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Planning for the unplannable - how to master the ability to react to the unexpected

Written by Antony Lovell on Tuesday, 08 December 2020. Posted in Insight, Analysis

So much has been written about this year’s events that we’re now starting to get a backlash against certain terms due to their overuse. Unprecedented is one of those – it seems every second comment manages to fit it in somewhere.

Planning for the unplannable - how to master the ability to react to the unexpected

So much has been written about this year’s events that we’re now starting to get a backlash against certain terms due to their overuse. Unprecedented is one of those – it seems every second comment manages to fit it in somewhere. 

And yet, like any stereotype or cliché, there is a grain of truth in the word. Everything about 2020 has been unprecedented. Fights over toilet rolls, regular holiday destinations suddenly on international blacklists, fines for being outside your house – and that’s just what’s happening to individuals. As a whole, we are all having to adapt to the reality of a continual lifting and re-applying of lockdowns and restrictions globally, each having a varying degree of impact on different sectors. 

Then there’s the impact on what appeared to be immovable points in the calendar. Major events have changed beyond recognition – from going back to school, Halloween and no trick or treating, to Remembrance Day, moments we all took for granted are having to adapt to the current situation. Now we’re even battling to ensure Christmas isn’t cancelled. 

That’s if those events are staying still, of course. Just look at Amazon Prime Day. Introduced in 2015, since launch it had been a summer event to mark the retail giant’s birthday. In 2020, however, the day was pushed back to mid-October. In doing so, it completely upended every other retailer’s crucial peak season plans for the Black Friday to Christmas run. 

Planning for the unplannable

Quite simply, how on earth do you plan for any of it? There’s an argument that you can’t, and in fact shouldn’t, prepare for any of this because it is simply all so…unpredictable.

That doesn’t mean businesses should sit around on their laurels and wait to see what happens. It means that rather than spending time trying to guess the impact of this stream of disruption, the focus should be on acquiring, analysing and understanding external data, gaining insights, and reacting accordingly. 

So, for retailers, if data suggests that Prime Day led to discounts on a certain type of product, and this corresponds with a drop in interest in their own similar offerings, they need to react appropriately. 

Or if lockdowns result in smaller family Christmases, the need to tailor package appropriately – for example with smaller turkeys or smaller packs of food and drink. The same number of people need to eat; they just won’t be doing it in the same big groups that many of us are used to.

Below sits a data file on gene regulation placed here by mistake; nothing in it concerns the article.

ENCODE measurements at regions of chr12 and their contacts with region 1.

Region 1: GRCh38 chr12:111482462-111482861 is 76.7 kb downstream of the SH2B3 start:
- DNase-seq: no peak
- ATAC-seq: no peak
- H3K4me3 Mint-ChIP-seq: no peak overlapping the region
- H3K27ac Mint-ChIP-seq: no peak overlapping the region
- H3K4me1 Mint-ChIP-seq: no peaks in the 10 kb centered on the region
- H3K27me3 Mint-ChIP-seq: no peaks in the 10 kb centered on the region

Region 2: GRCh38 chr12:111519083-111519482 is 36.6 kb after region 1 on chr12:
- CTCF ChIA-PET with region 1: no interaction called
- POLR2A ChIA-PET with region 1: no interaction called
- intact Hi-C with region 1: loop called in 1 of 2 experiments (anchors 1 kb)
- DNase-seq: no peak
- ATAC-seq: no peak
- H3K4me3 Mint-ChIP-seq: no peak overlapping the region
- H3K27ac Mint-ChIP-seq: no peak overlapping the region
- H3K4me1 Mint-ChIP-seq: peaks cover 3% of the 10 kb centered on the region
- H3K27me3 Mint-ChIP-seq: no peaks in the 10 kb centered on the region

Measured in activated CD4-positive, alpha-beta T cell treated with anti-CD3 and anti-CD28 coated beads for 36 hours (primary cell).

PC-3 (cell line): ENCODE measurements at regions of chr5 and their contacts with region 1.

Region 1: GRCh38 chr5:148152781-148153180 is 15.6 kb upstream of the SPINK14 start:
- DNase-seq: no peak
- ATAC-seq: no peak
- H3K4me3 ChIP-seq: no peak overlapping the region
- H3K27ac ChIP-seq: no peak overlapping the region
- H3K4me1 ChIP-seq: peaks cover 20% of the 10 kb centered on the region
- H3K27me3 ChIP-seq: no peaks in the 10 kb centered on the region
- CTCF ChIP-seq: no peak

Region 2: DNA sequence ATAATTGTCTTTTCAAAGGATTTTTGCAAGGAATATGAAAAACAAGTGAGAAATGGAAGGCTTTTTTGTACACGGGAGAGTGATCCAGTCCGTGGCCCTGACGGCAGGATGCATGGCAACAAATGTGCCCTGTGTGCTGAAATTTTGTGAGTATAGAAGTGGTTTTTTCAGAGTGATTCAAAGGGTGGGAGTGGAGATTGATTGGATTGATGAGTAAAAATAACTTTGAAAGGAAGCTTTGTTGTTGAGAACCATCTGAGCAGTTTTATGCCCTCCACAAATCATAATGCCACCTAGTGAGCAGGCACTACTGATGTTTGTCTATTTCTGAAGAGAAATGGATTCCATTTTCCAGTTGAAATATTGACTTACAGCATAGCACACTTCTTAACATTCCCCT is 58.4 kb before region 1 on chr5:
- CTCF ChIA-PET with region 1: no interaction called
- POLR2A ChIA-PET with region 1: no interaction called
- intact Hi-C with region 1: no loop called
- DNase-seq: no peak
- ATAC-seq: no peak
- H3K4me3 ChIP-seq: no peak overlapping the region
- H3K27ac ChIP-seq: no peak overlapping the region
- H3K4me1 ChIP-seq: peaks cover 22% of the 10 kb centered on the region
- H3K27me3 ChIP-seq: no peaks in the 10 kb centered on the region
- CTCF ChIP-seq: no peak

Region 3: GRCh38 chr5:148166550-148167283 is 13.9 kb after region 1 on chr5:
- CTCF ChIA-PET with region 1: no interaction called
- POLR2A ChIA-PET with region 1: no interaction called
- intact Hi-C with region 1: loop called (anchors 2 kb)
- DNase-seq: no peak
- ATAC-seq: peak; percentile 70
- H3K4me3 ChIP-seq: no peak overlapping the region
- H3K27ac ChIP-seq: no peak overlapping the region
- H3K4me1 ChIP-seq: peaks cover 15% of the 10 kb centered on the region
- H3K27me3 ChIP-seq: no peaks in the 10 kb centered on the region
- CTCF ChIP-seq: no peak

Does this mean there’s actually an opportunity for increased sales? With the right network and agility, yes. But businesses need to be able to plan appropriately to achieve that. 

Doesn’t that contradict what was said earlier? In a way, yes, to a degree. But really it’s about a different type of planning, one that moves away from historical data and fixed plans to one that looks at the here and now. Planning that can bring together external and internal sources of information to provide intelligence for effective response through event and scenario modelling. 

The difference between events and scenarios – and why you need both

One way to look at it, is to see events and scenarios as the building blocks of planning. Events are things that could feasibly happen, both regularly, frequently or as one-offs. Examples could include another lockdown or shelter-in-place order, suppliers going out of business, depleted workforces due to an increase in infections locally or a sudden change in the weather. Of course, they aren’t all negative – they can include things like promotions or product launches, and peak season events (like Black Friday or Christmas). 

Scenarios are about modelling response options when events happen, either separately or together, and selecting the best course of action. 

Combining the two creates plans. However, in order for the plans to be fit for purpose in a continuously disrupted world, the blocks need to be constantly updated or deactivated as appropriate. It is only through doing this that businesses can create dynamic plans which can provide a basis for the company to operate from. 

Having the ability to react, whatever happens

As every week brings new challenges, businesses in many sectors need to introduce new approaches in order to cope with whatever comes their way. Dynamic event and scenario planning offers companies the structure they need to react to multiple, unprecedented and disruptive events, quickly and with confidence. If organisations incorporate these blocks into their operations, then they will be much better placed to thrive, irrespective of what happens in the coming months.

About the Author

Antony Lovell

Antony Lovell

Antony Lovell is a supply chain and planning expert. After completing his masters at Cranfield University alongside industry leading supply chain pioneers, he held roles at Sony and Innocent Drinks, delivering on successful supply chain agility and planning projects. He now leads Vuealta’s Supply Chain Planning Applications division, focused on building applications on the Anaplan platform that enable scenario driven S&OP for forward thinking organisations around the world.

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